• Institute: North Carolina State University
  • Authors: Michelle TaubNicholas V. MudrickRoger AzevedoGarrett C. MillarJonathan RoweJames Lester

Abstract: Game-based learning environments (GBLEs) have been touted as the solution for failing educational outcomes. In this study, we address some of these major issues by using multi-level modeling with data from eye movements and log files to examine the cognitive and metacognitive self-regulatory processes used by 50 college students as they read books and completed the associated in-game assessments (concept matrices) while playing the Crystal Island game-based learning environment. Results revealed that participants who read fewer books in total, but read each of them more frequently, and who had low proportions of fixations on books and concept matrices exhibited the strongest performance. Results stress the importance of assessing quality vs. quantity during gameplay, such that it is important to read books in-depth (i.e., quality), compared to reading books once (i.e., quantity). Implications for these findings involve designing adaptive GBLEs that scaffold participants based on their trace data, such that we can model efficient behaviors that lead to successful performance.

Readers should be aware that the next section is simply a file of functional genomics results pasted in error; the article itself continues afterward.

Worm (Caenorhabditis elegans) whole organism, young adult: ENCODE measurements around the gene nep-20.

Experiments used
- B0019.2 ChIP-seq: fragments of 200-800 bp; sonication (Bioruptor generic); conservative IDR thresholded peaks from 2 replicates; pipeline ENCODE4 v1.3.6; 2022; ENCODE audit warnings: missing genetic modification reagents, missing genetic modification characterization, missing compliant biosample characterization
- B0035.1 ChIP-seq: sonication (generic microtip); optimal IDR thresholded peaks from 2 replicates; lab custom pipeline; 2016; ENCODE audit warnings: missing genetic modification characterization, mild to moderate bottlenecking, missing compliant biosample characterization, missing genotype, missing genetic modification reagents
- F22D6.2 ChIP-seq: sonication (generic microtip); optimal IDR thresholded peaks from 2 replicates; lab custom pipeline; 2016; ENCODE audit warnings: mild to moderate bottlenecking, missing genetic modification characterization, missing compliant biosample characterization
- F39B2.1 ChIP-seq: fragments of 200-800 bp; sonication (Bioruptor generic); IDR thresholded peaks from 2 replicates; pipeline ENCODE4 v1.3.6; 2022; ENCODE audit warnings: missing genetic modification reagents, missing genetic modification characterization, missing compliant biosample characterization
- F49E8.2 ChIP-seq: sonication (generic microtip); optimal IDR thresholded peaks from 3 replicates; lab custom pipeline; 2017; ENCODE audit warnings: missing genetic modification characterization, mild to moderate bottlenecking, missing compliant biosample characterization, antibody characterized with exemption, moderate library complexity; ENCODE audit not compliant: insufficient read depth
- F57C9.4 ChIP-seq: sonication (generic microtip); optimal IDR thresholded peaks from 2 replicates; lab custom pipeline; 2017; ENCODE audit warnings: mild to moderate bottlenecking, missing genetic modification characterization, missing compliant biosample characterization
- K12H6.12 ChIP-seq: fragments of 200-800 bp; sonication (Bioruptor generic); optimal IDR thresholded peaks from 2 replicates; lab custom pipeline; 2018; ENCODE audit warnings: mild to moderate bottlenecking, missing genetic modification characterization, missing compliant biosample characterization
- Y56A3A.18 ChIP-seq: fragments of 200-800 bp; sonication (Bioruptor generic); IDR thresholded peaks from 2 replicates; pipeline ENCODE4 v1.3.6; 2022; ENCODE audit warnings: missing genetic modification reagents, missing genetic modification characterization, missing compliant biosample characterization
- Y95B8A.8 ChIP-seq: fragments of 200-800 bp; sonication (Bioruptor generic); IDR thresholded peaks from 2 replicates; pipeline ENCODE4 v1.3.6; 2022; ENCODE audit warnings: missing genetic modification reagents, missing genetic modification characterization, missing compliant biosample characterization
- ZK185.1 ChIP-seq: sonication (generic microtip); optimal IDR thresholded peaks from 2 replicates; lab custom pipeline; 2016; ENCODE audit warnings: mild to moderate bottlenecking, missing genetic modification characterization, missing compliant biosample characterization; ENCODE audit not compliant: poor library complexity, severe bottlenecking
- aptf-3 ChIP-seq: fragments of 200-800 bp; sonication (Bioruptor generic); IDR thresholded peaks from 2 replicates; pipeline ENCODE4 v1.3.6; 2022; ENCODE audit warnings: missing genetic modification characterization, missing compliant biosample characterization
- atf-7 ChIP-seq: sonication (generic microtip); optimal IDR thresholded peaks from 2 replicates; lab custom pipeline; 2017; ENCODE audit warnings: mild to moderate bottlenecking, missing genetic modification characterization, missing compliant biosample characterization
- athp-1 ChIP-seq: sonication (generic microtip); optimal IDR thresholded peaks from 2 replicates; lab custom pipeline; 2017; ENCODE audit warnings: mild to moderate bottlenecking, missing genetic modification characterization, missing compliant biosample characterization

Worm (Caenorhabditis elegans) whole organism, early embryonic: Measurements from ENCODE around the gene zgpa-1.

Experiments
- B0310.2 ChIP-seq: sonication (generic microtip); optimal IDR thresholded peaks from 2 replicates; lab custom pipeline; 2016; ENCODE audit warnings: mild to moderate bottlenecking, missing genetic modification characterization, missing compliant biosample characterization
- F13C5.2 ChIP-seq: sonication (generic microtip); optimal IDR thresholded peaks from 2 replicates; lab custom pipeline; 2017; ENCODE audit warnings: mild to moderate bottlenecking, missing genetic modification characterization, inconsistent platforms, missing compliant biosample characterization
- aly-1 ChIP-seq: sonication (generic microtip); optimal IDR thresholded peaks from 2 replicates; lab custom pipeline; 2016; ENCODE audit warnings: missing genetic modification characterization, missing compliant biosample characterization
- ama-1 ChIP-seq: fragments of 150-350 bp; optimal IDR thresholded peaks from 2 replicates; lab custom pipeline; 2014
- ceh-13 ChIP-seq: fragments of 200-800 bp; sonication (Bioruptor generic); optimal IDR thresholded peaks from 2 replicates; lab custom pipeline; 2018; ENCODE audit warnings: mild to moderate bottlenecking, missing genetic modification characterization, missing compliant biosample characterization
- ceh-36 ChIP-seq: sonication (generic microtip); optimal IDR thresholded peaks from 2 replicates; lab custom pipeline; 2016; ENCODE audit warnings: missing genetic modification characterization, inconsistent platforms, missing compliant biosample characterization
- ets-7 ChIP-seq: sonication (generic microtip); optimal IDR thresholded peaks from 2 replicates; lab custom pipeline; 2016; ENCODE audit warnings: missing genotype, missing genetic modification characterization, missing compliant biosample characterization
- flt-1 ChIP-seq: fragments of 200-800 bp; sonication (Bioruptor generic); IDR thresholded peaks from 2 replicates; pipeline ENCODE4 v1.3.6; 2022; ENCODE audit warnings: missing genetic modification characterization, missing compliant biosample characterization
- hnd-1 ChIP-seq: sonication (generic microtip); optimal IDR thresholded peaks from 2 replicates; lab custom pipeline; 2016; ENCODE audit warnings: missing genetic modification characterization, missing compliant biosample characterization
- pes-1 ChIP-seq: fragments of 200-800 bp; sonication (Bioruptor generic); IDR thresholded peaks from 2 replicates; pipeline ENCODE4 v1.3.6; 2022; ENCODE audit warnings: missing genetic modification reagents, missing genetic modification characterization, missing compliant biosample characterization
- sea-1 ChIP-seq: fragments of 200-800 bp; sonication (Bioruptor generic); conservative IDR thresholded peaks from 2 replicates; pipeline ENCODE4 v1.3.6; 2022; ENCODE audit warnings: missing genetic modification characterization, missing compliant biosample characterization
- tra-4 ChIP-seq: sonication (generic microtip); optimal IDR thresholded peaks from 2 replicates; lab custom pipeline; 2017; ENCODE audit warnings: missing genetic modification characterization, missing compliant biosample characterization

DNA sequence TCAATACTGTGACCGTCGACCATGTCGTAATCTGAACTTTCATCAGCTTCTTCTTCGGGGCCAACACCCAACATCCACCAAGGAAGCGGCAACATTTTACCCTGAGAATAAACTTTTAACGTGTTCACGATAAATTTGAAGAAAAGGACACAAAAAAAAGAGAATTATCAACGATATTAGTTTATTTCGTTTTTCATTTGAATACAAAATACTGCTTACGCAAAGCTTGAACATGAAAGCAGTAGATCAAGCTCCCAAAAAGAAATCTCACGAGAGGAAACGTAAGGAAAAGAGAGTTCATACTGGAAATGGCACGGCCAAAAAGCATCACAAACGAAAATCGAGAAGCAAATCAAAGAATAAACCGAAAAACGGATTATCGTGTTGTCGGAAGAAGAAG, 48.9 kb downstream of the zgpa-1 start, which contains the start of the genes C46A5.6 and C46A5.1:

• Cognitive strategies
  • Metacognitive monitoring
  • Game-based learning environments
  • Eye tracking
  • Log files
  • Self-regulated learning